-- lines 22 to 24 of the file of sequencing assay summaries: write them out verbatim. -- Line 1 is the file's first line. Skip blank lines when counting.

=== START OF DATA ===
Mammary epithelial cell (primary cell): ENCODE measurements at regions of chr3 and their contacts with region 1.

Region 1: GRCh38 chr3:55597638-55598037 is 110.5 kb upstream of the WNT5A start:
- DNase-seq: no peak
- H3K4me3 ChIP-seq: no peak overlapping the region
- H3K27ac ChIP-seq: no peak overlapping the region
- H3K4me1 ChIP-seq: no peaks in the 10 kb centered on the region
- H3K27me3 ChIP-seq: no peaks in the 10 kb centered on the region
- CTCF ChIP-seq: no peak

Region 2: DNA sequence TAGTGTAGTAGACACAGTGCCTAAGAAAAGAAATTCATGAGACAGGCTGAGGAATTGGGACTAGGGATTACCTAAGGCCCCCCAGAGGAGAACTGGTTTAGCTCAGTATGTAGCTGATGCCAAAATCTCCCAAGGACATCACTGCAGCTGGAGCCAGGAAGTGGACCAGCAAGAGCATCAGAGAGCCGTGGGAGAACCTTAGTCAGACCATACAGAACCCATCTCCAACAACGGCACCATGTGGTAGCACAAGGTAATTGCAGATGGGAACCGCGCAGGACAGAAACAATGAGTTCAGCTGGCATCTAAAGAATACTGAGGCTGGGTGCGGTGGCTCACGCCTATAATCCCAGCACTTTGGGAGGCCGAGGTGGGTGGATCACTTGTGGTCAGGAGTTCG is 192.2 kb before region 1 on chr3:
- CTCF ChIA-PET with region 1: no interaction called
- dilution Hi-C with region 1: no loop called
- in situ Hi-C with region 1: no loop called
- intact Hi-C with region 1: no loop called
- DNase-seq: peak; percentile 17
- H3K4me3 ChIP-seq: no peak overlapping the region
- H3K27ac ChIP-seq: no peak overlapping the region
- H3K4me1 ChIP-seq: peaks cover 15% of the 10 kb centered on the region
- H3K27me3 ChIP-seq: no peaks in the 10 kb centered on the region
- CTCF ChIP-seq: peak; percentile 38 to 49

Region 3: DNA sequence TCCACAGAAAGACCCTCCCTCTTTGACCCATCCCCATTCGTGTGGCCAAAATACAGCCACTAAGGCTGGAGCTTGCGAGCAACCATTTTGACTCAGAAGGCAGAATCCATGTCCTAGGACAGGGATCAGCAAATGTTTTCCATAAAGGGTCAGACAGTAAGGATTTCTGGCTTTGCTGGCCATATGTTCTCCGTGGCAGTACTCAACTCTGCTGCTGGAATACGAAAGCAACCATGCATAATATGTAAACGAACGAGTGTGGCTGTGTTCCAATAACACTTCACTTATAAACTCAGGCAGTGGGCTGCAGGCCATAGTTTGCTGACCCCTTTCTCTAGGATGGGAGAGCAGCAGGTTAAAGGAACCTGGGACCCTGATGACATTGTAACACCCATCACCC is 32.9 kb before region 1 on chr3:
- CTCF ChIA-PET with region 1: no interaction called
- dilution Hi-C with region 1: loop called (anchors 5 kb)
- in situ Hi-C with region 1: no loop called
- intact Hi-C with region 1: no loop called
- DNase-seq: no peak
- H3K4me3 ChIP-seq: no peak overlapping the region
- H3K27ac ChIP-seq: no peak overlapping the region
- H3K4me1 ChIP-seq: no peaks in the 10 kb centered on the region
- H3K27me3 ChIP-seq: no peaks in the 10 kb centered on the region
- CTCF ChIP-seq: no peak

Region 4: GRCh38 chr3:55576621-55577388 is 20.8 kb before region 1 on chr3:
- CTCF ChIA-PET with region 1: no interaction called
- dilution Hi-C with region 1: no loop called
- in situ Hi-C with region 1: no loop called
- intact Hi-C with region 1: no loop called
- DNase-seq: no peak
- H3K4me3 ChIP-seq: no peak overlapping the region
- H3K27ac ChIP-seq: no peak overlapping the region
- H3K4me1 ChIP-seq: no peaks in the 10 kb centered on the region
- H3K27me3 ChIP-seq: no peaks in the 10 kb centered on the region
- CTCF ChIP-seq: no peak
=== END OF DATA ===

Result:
- dilution Hi-C with region 1: loop called (anchors 5 kb)
- in situ Hi-C with region 1: no loop called
- intact Hi-C with region 1: no loop called